US biotech industry holds off on planting some crops
WASHINGTON - The U.S. biotech industry said yesterday it would voluntarily stop growing some gene-spliced crops in the Midwest and Plains states to ease fears of accidental contamination of food or animal feed.
The self-imposed directive, which goes beyond any current government regulation, comes as the industry continues to lick its wounds from the StarLink biotech corn incident two years ago.
The Biotechnology Industry Organization said its members have agreed to plant crops bioengineered for pharmaceutical and industrial purposes far away from their traditional counterparts.
These biotech crops, which may be implanted with proteins from other plants, animals or even humans, are designed to produce antibodies for treating diseases such as cancer and Parkinson\'s disease.
\"In an era post-StarLink, which grain handlers and food processors have vivid memories of, we want to give them every assurance that with this new technology they won\'t have any concerns,\" said Lisa Dry, spokeswoman for the trade group.
In September 2000, Starlink corn, approved only for animal feed, was found to have been mixed with crops that were used in human food. The finding sparked a nationwide recall of corn chips and taco shells out of concern that StarLink may cause allergic reactions.
Agribusinesses lost millions of dollars in lost sales and for the cost of recovering the contaminated shipments.
A handful of U.S. biotech companies are field testing pharmaceutical crops in the hopes of marketing them within the next three years.
\"We want to make sure none of these (pharmaceutical) crops are in any area that is a major crop-producing area,\" Dry said.
The industry said it would not plant pharmaceutical and industrial crops in Illinois, Indiana, Iowa, most of Missouri and parts of Ohio, Minnesota, South Dakota, Nebraska and Kentucky. Most of these crops were already being planted in field trials away from major food-growing regions, Dry said.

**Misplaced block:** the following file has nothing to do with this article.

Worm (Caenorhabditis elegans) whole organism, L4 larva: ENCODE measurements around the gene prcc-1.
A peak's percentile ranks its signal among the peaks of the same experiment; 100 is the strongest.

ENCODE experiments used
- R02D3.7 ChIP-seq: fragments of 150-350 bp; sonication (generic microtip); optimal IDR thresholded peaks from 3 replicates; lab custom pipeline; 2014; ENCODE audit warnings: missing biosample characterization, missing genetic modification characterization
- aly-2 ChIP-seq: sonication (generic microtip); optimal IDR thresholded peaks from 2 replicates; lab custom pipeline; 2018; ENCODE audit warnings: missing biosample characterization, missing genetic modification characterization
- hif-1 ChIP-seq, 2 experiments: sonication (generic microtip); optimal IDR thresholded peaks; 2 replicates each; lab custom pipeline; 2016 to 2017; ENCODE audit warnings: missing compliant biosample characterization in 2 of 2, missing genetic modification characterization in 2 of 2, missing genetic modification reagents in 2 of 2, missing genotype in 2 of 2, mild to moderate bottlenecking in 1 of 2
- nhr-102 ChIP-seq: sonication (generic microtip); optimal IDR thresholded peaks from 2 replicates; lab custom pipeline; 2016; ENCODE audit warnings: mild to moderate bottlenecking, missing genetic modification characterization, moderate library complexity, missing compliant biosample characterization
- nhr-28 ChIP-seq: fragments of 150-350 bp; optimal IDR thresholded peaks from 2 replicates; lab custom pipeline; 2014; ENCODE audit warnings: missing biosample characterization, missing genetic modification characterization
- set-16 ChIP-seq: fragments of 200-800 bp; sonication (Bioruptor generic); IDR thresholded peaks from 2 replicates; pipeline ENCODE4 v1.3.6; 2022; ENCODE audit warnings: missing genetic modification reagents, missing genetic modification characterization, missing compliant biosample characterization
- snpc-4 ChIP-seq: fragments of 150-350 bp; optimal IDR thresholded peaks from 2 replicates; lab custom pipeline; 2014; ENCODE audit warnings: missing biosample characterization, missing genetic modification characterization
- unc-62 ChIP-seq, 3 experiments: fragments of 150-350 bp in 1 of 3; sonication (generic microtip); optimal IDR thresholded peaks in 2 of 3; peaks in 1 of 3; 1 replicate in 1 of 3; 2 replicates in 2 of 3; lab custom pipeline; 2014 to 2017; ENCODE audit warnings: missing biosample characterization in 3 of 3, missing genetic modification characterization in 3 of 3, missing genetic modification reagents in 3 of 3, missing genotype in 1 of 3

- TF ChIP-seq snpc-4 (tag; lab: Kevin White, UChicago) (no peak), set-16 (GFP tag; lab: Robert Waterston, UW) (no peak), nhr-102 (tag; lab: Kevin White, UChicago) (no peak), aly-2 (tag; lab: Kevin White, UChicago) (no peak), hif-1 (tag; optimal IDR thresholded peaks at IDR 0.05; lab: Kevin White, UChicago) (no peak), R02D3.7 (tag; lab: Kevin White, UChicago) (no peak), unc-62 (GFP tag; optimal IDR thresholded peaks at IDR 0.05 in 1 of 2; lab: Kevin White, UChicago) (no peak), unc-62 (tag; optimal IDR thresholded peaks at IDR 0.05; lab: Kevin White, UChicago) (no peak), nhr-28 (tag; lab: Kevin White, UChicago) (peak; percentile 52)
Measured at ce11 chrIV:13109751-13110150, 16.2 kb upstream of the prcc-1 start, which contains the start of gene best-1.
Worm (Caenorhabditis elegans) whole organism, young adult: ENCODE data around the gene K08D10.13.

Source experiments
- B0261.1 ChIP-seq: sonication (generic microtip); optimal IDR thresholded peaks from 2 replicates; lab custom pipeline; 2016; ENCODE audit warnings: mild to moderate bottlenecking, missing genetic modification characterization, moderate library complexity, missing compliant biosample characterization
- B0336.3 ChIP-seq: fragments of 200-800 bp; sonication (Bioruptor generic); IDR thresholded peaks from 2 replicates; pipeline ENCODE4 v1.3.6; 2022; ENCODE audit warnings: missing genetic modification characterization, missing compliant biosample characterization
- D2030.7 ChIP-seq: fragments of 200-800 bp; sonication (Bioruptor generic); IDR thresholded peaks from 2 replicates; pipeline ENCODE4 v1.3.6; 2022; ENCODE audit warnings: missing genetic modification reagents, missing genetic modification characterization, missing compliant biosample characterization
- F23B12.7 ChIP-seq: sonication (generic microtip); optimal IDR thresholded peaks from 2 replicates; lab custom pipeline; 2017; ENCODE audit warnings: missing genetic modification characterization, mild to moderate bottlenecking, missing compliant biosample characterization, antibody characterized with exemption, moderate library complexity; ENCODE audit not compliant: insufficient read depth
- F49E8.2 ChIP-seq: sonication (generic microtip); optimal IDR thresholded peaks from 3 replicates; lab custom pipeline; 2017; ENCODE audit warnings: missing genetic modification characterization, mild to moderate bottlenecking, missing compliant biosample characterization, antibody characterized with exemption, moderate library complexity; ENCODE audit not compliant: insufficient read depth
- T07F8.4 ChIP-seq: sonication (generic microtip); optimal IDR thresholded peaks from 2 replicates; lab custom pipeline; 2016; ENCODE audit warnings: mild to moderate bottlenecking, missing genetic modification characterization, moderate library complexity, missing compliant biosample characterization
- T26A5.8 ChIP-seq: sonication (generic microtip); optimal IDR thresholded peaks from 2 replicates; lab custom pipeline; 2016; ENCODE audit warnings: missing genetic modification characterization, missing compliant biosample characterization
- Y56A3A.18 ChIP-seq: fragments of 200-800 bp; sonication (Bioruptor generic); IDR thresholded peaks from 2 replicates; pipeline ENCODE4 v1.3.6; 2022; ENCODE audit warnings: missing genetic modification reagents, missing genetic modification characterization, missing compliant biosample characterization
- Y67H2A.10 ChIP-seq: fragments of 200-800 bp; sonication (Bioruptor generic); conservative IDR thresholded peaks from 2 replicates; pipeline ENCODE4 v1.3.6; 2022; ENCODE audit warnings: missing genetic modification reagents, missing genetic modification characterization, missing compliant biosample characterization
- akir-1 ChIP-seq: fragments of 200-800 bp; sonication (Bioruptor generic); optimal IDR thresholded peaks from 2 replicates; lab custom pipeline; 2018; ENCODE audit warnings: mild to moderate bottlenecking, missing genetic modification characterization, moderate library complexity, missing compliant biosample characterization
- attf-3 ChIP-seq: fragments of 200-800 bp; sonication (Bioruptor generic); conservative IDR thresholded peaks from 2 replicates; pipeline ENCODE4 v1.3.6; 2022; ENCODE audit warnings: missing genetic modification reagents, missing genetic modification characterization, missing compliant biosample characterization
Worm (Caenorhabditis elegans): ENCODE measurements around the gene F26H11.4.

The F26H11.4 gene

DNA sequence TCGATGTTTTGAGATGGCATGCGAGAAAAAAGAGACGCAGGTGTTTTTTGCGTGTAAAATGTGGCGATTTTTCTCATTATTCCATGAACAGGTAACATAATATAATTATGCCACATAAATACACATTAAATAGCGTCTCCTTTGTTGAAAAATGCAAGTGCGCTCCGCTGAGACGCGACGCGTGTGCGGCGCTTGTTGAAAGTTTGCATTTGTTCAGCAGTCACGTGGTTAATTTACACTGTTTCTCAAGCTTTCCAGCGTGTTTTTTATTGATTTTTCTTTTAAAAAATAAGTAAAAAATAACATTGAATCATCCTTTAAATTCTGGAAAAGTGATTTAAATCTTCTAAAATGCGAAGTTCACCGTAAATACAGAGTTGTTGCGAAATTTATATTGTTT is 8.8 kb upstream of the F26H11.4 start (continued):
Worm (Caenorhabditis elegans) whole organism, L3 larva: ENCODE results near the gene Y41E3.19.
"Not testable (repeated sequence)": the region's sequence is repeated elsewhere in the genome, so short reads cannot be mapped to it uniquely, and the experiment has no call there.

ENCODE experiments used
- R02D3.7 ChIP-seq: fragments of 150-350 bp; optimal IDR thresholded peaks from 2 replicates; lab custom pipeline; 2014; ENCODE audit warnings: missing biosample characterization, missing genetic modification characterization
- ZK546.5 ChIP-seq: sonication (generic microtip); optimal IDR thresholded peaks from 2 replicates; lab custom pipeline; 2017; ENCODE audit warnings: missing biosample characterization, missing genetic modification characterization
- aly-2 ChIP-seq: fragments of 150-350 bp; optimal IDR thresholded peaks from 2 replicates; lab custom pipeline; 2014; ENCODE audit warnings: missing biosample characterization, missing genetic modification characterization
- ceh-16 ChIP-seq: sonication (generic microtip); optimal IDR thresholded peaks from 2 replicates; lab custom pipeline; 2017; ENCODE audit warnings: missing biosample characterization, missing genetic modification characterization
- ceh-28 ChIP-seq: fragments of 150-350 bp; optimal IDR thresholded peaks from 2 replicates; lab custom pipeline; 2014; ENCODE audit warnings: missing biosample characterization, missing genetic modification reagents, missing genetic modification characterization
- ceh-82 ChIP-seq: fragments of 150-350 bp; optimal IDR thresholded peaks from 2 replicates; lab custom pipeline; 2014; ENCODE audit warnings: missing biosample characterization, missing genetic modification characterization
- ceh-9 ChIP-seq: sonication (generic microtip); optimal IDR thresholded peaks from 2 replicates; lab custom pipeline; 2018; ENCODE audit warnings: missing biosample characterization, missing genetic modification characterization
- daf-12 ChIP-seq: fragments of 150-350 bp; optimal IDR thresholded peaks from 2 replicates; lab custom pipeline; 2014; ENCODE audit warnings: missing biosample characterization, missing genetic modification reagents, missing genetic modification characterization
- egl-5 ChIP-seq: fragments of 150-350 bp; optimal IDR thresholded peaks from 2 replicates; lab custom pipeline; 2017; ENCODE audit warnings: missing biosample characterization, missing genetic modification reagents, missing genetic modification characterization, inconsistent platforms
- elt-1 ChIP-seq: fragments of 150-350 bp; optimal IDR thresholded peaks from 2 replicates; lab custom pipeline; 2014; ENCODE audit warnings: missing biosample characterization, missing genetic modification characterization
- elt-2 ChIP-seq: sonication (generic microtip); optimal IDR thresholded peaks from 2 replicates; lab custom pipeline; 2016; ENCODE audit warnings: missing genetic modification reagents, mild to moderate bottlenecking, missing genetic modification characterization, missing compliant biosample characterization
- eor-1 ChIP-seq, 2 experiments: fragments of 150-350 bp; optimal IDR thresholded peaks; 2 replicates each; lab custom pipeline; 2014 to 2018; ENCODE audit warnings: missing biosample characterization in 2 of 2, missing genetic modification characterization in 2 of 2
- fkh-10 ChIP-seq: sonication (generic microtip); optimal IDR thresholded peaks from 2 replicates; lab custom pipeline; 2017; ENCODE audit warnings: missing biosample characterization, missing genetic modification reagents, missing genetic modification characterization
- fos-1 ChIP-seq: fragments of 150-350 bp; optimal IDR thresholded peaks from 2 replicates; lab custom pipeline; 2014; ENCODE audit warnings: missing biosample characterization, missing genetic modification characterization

One company that will be relocating some of its commercial fields is ProdiGene Inc., a private company based in College Station, Texas.
ProdiGene this year planted in the Midwest a biotech corn variety that produces trypsin, a protein used in manufacturing insulin. In the future, \"it won\'t be grown in the Corn Belt,\" said Robert Dose, the company\'s vice president.
Dose said the company will incur some costs with the changes, but it supports the moratorium \"to make sure another debacle doesn\'t happen.\"
The ban on pharmaceutical crops in food-growing regions was first mentioned last month in a draft of industry guidelines proposed by the U.S. Agriculture Department and Food and Drug Administration. Other recommendations include manufacturing tests to detect the biotech crop and strict guidelines to ensure they are sufficiently controlled.
The Biotechnology Industry Organization \"supports these efforts, and believes that many of the recommendations made in the draft guidance should be mandatory,\" Dry said.
The USDA regulates biotech testing standards and reviews product safety in animals. The FDA is responsible for monitoring the safety of biotech foods and medicines for consumers. The Environmental Protection Agency also gets involved in regulating gene-spliced crops that produce their own pesticides.
Environmental groups said the industry actions didn\'t go far enough.
\"Just one mistake from a biotech company and we could be eating other people\'s prescription drugs in our corn flakes,\" said Mark Helm, spokesman for Friends of the Earth. The group has urged USDA to ban all \"open air\" plantings of pharmaceutical crops.
Story by Randy Fabi
REUTERS NEWS SERVICE
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